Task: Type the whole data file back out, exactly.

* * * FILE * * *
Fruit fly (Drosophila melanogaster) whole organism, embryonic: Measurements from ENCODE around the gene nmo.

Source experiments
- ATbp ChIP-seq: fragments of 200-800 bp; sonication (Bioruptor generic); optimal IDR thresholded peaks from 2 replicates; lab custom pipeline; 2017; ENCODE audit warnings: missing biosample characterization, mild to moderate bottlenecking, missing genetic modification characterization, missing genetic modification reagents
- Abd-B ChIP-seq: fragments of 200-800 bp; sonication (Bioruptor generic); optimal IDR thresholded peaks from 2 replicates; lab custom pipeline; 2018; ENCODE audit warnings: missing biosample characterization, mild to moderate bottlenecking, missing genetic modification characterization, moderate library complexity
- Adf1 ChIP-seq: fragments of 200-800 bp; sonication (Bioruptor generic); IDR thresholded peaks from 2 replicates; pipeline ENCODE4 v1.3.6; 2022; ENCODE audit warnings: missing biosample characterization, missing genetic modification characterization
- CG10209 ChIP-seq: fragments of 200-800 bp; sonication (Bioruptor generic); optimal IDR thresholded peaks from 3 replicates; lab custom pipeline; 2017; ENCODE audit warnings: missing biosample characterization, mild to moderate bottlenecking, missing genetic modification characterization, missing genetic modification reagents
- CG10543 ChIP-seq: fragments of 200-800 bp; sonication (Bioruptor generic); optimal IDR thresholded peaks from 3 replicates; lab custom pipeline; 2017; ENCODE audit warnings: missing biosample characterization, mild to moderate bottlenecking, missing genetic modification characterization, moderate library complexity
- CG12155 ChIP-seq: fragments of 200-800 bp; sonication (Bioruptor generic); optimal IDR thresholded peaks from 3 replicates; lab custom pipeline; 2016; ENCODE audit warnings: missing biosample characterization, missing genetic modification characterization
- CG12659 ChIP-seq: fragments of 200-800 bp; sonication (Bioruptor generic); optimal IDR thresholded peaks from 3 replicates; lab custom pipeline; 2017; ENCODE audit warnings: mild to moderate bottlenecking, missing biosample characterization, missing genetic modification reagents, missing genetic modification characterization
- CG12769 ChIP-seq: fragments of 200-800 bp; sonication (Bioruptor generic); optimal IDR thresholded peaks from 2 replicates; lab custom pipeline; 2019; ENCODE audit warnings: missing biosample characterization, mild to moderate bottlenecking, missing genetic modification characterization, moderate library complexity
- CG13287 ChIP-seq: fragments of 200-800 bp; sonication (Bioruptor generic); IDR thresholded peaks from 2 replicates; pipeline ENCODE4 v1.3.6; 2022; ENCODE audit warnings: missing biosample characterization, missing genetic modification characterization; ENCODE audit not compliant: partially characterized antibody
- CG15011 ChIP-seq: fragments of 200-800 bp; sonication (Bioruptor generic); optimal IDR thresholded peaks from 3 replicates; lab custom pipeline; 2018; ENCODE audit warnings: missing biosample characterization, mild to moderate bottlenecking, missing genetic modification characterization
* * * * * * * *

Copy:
Fruit fly (Drosophila melanogaster) whole organism, embryonic: Measurements from ENCODE around the gene nmo.

Source experiments
- ATbp ChIP-seq: fragments of 200-800 bp; sonication (Bioruptor generic); optimal IDR thresholded peaks from 2 replicates; lab custom pipeline; 2017; ENCODE audit warnings: missing biosample characterization, mild to moderate bottlenecking, missing genetic modification characterization, missing genetic modification reagents
- Abd-B ChIP-seq: fragments of 200-800 bp; sonication (Bioruptor generic); optimal IDR thresholded peaks from 2 replicates; lab custom pipeline; 2018; ENCODE audit warnings: missing biosample characterization, mild to moderate bottlenecking, missing genetic modification characterization, moderate library complexity
- Adf1 ChIP-seq: fragments of 200-800 bp; sonication (Bioruptor generic); IDR thresholded peaks from 2 replicates; pipeline ENCODE4 v1.3.6; 2022; ENCODE audit warnings: missing biosample characterization, missing genetic modification characterization
- CG10209 ChIP-seq: fragments of 200-800 bp; sonication (Bioruptor generic); optimal IDR thresholded peaks from 3 replicates; lab custom pipeline; 2017; ENCODE audit warnings: missing biosample characterization, mild to moderate bottlenecking, missing genetic modification characterization, missing genetic modification reagents
- CG10543 ChIP-seq: fragments of 200-800 bp; sonication (Bioruptor generic); optimal IDR thresholded peaks from 3 replicates; lab custom pipeline; 2017; ENCODE audit warnings: missing biosample characterization, mild to moderate bottlenecking, missing genetic modification characterization, moderate library complexity
- CG12155 ChIP-seq: fragments of 200-800 bp; sonication (Bioruptor generic); optimal IDR thresholded peaks from 3 replicates; lab custom pipeline; 2016; ENCODE audit warnings: missing biosample characterization, missing genetic modification characterization
- CG12659 ChIP-seq: fragments of 200-800 bp; sonication (Bioruptor generic); optimal IDR thresholded peaks from 3 replicates; lab custom pipeline; 2017; ENCODE audit warnings: mild to moderate bottlenecking, missing biosample characterization, missing genetic modification reagents, missing genetic modification characterization
- CG12769 ChIP-seq: fragments of 200-800 bp; sonication (Bioruptor generic); optimal IDR thresholded peaks from 2 replicates; lab custom pipeline; 2019; ENCODE audit warnings: missing biosample characterization, mild to moderate bottlenecking, missing genetic modification characterization, moderate library complexity
- CG13287 ChIP-seq: fragments of 200-800 bp; sonication (Bioruptor generic); IDR thresholded peaks from 2 replicates; pipeline ENCODE4 v1.3.6; 2022; ENCODE audit warnings: missing biosample characterization, missing genetic modification characterization; ENCODE audit not compliant: partially characterized antibody
- CG15011 ChIP-seq: fragments of 200-800 bp; sonication (Bioruptor generic); optimal IDR thresholded peaks from 3 replicates; lab custom pipeline; 2018; ENCODE audit warnings: missing biosample characterization, mild to moderate bottlenecking, missing genetic modification characterization